Clearly mental illness in Australian young adults will cause many problems for these users now and in years to come.

As well, the cost to the Australian community in caring for these cannabis users, the impact on road safety and health costs will be substantial.

Surely getting Australian cannabis users off using cannabis must be a key priority of all authorities.

All Australian identified drug users should be diverted into court ordered and supervised detoxification and rehabilitation to get the users free of drug use quickly and permanently.

Australians Highest Cannabis Users

Australia and New Zealand were the highest users of cannabis in the world according to a study in the Lancet medical journal.

Up to 15 per cent of 15 to 64 year olds had used cannabis at least once in the past year.

High income countries like Australia report high usage of illicit drugs like cannabis, amphetamines, cocaine and opioids.

The Lancet study found that more than 200 million people used illicit drugs globally.

Police admit cannabis use is high as is cannabis cultivation and trafficking with funds going to organized criminals.

(Source: The Lancet 7 January 2012 reported in the Melbourne Herald Sun newspaper)


Australians are exposed to easily available illicit drugs so the demand and the number of users are high by world standards.

Easy availability of illicit drugs and low price encourage the high usage of all illicit drugs.

Reducing the number of illicit drug users by diversion into rehabilitation will improve the health of young Australians and will also limit cultivation and trafficking.

All identified drug users should be diverted into court ordered and supervised detoxification and rehabilitation to get the users free of drug use quickly and permanently.

Australia needs to apply diversion into rehabilitation policies for illicit drug use as it is proven world’s best practice to reduce drug use.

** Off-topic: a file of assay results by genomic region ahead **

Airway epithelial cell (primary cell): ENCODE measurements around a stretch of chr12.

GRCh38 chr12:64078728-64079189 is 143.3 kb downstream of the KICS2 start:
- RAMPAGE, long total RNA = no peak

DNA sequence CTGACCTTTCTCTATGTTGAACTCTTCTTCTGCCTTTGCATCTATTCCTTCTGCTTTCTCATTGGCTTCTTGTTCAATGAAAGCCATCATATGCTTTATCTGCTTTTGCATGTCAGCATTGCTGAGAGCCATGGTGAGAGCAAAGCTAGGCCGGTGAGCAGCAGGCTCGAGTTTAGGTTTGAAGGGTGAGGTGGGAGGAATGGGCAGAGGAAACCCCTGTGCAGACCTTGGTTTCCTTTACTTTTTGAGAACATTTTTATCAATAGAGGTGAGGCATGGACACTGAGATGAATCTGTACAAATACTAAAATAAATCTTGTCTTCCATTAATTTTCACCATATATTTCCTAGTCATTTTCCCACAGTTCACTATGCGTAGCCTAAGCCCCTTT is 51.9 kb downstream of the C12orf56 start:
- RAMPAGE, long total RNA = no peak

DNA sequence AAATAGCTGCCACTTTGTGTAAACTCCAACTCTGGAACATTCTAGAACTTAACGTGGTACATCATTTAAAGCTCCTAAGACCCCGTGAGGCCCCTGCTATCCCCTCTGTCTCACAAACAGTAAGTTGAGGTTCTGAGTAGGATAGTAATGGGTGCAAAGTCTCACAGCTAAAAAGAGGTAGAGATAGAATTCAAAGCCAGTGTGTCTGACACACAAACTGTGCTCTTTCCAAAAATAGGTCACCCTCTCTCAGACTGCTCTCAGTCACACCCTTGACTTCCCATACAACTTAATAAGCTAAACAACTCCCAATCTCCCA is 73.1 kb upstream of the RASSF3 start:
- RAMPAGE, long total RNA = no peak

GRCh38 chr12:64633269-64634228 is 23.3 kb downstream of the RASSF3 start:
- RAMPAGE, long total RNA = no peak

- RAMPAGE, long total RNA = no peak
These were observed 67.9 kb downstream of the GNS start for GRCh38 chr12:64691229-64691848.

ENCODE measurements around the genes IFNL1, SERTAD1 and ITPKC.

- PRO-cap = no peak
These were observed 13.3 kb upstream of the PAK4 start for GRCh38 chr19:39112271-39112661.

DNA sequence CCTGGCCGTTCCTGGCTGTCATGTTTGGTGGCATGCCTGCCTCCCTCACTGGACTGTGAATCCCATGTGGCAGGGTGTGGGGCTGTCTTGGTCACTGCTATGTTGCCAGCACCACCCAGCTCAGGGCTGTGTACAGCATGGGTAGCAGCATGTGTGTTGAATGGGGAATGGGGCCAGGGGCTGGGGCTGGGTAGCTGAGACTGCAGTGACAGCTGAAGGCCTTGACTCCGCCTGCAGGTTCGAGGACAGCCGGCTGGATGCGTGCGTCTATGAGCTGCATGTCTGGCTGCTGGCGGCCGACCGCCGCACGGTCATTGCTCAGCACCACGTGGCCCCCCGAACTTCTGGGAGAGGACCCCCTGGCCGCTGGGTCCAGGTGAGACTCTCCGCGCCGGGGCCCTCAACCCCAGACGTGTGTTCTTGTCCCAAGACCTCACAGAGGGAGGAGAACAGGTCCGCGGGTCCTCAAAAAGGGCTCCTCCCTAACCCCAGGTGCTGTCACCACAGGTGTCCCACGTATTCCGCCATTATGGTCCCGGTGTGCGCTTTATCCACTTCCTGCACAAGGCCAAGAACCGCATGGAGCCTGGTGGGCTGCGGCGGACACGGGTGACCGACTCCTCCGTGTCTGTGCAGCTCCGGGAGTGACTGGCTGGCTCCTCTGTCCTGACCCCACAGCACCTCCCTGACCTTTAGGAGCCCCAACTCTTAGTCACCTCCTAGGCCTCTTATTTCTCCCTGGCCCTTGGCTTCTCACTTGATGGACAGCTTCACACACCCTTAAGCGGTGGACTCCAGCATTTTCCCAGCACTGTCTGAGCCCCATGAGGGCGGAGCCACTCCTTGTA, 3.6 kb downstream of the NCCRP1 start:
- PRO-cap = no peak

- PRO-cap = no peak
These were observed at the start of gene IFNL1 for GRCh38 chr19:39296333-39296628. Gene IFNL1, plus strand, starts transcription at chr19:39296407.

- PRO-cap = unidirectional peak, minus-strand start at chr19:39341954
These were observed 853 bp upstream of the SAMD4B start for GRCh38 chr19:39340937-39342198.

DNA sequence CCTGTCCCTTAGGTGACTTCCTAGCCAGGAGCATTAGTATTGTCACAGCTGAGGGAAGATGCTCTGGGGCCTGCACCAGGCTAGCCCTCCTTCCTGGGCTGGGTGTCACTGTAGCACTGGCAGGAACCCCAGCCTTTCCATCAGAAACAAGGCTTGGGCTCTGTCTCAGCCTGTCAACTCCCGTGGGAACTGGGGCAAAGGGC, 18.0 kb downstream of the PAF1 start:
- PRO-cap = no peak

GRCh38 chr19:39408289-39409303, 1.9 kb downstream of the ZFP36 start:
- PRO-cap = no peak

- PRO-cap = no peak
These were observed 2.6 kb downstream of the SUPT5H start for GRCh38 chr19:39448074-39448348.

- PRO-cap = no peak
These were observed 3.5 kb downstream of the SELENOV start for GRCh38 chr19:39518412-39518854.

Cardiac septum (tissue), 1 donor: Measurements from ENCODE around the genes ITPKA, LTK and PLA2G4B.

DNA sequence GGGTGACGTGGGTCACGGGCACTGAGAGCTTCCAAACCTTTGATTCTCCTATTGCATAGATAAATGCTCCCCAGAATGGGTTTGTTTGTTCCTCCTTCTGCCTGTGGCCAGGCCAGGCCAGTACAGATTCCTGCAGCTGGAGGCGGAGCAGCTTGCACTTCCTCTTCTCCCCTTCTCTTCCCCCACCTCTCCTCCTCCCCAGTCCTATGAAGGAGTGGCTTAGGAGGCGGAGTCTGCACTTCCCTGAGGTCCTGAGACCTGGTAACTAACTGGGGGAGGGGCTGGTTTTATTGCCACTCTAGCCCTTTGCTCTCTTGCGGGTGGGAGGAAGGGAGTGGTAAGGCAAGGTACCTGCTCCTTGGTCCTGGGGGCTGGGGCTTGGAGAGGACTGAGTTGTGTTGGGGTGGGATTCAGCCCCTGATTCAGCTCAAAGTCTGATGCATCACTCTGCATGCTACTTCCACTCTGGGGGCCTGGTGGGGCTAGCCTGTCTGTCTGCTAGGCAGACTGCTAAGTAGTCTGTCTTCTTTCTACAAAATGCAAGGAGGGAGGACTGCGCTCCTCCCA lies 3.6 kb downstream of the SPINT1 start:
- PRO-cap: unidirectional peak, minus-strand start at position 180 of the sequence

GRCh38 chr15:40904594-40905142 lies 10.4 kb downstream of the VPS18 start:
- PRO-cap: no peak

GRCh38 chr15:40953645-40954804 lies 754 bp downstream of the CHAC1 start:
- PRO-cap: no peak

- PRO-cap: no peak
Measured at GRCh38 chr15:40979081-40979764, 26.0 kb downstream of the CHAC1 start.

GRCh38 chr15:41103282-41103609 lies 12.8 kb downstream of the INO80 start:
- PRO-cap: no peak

Cannabis Toxins Dangerous

The Dutch government has admitted that modern cannabis with its higher THC is as dangerous as heroin and cocaine.

The Dutch Justice Minister Ivo Opstelten informed the Dutch Parliament that cannabis with a THC level of over 15 per cent will be classified as a class A drug and banned like heroin and cocaine.

Pro cannabis voices claim that cannabis users do not want "weak weed".

(Source: United Press International 20 November 2012)


Natural cannabis is more toxic by the use of hybridized strains and hydroponic methods of cultivation which leads to more harms and increasing addiction.

The Dutch have succumbed to the massive scientific evidence that cannabis use leads to brain damage, mental health problems like psychosis, cancer and respiratory illnesses.

As has now been admitted cannabis users need higher doses of THC to get them high as their addiction progresses.

However, in order for Australia to learn from this evidence there needs to be more help given to cannabis users to get them off their use.

Critical to this lesson is Australia’s obligation to reduce the number and extent of cannabis use before it overloads the nation’s health and mental health facilities.

By diverting any identified cannabis users into drug rehabilitation to get them clean of drugs we learn from the mistakes of other countries like the Netherlands who have admitted their policy mistakes.